According to the CDC, approximately 4.5 million Americans are bitten by dogs each year. Of those bitten, approximately half require medical attention. One of the most common injuries seen by our firm is permanent facial scarring, which can be a very traumatic injury for anyone.
Most dog bites are preventable, caused by the negligent supervision of the dog’s owner. Pennsylvania’s dog confinement statute states that “[i]t shall be unlawful for the owner or keeper of any dog to fail to keep at all times the dog in any of the following manners:
In addition to statutory law, Pennsylvania’s common law provides that in order for civil liability to attach to a dog owner for injuries sustained during a dog bite, the dog bite victim must show that the dog owner knew or should have known of the dog’s vicious propensities. This long-standing rule was articulated by the Supreme Court of Pennsylvania in 1936 in the case of Andrews v. Smith (188 A. 146). In its opinion, the Court stated:
Animals such as horses, oxen and dogs are not beasts that are ferae natura, i.e., wild beasts, but are classed as mansuetae natura, i.e., tamed and domesticated animals, and their owners are not responsible for any vicious acts of theirs unless the owners have knowledge that they are likely to break away from their normal domestic nature and become vicious.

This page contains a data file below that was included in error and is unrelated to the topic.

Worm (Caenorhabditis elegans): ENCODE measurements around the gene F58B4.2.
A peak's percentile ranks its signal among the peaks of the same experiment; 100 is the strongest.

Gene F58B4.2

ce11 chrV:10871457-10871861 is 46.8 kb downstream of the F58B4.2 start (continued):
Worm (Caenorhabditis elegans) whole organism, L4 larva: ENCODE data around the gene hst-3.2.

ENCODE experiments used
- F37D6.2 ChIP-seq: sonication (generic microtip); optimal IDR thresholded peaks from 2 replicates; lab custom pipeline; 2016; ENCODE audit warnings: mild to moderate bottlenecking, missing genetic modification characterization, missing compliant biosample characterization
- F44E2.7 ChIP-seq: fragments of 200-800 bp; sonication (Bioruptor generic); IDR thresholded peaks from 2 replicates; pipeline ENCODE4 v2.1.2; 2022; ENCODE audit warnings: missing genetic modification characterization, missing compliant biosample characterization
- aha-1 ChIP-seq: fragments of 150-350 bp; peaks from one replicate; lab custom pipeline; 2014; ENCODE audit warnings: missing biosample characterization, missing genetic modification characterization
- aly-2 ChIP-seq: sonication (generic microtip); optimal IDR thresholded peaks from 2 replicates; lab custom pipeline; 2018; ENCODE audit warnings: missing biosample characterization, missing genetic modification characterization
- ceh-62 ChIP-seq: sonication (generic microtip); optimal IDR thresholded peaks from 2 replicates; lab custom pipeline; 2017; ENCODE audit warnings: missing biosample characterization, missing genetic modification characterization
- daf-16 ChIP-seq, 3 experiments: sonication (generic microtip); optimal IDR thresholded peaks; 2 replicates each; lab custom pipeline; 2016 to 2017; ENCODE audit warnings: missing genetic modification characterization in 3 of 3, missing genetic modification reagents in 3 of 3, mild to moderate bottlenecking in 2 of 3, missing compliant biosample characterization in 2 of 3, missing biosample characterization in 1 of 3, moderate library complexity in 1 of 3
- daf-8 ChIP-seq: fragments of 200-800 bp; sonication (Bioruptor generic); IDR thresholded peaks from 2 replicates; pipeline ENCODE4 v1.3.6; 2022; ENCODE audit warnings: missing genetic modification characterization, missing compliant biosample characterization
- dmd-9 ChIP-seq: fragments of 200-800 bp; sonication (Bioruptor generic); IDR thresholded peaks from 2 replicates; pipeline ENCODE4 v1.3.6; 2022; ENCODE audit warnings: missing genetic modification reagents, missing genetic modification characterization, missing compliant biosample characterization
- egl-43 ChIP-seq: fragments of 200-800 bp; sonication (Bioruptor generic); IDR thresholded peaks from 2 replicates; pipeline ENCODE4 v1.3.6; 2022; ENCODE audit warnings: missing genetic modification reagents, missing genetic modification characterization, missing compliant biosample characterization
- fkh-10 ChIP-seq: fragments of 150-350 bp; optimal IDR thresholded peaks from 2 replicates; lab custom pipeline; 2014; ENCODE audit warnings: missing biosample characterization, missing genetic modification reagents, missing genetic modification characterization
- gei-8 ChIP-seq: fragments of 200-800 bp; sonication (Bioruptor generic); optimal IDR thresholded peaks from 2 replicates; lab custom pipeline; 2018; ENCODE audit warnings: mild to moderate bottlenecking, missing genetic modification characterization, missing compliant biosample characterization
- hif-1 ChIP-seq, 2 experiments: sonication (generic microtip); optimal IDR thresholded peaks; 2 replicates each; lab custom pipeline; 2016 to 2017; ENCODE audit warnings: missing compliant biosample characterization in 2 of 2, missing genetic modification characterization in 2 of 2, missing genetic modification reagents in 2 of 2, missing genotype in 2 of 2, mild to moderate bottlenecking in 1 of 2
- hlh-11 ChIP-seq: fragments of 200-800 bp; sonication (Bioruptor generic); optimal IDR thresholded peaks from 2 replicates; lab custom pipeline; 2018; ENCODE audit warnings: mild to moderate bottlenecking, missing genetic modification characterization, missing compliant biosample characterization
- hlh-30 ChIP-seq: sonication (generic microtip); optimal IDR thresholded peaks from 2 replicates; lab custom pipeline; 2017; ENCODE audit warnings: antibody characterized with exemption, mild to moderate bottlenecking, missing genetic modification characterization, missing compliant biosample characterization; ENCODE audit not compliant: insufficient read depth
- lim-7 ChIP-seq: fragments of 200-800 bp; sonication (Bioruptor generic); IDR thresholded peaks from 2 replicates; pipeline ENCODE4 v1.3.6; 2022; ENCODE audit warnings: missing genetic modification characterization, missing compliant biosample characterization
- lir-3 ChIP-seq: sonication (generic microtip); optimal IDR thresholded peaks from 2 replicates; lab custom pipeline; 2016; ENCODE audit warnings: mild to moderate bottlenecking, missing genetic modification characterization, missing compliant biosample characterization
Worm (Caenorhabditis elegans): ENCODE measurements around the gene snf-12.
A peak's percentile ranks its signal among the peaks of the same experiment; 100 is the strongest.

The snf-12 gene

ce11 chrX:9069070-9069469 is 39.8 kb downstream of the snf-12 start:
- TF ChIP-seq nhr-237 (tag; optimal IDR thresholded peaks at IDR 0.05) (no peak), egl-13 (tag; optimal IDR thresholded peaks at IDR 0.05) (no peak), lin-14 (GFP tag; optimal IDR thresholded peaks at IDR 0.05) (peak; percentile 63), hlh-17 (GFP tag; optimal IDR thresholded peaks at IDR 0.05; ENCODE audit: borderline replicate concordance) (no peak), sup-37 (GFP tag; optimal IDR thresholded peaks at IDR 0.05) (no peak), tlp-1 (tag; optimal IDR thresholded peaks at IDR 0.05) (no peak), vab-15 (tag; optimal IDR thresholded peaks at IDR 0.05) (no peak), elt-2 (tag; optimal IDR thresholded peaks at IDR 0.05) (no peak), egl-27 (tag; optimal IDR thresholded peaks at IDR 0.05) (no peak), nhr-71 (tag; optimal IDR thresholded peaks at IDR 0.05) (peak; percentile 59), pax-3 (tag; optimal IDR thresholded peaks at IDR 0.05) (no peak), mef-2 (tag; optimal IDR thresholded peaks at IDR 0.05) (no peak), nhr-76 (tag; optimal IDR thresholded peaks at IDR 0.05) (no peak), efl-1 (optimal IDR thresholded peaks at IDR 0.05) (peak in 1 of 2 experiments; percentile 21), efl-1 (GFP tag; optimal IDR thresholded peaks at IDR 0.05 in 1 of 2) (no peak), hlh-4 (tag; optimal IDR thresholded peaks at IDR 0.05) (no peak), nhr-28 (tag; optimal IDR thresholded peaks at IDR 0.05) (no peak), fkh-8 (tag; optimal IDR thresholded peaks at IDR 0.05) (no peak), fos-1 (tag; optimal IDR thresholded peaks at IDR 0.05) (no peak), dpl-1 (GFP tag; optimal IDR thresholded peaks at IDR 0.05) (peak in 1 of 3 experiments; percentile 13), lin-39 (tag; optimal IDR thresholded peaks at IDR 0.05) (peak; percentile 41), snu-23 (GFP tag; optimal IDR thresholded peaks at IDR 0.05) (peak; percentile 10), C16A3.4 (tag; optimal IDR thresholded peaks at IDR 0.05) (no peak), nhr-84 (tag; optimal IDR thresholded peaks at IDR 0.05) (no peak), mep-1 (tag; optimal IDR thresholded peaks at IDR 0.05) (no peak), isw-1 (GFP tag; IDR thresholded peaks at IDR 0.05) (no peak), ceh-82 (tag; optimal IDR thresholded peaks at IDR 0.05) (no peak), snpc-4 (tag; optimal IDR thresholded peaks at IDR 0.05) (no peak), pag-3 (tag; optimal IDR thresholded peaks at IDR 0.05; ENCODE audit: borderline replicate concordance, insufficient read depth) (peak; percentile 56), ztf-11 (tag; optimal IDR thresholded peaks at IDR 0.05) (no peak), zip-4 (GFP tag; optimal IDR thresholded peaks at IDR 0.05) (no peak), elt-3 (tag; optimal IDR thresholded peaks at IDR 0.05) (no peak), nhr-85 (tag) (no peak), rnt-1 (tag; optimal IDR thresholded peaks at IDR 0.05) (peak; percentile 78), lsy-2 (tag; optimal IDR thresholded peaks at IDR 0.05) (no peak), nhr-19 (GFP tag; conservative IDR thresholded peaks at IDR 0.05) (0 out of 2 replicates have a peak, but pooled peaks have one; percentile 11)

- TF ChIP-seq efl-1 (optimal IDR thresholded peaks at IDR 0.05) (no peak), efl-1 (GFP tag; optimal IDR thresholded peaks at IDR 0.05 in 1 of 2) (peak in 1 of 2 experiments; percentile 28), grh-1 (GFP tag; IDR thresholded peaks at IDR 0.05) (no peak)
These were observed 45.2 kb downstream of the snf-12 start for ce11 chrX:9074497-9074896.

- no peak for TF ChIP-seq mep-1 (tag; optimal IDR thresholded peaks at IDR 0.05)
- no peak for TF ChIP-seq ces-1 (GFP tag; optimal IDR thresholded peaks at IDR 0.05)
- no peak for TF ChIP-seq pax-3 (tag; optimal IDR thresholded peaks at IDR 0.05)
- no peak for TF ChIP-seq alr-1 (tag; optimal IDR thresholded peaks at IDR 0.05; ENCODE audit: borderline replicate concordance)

Be aware that an actual previous bite is not necessary; viciousness can be shown in general by the dog’s behavior. Of course, in addition to establishing liability through Pennsylvania common law, a dog bite victim can also premise liability upon the violation of one of Pennsylvania’s dog bite statutes, including the previously mentioned dog confinement statute.
Each dog bite is different, and the circumstances of each case should be reviewed by an experienced personal injury attorney.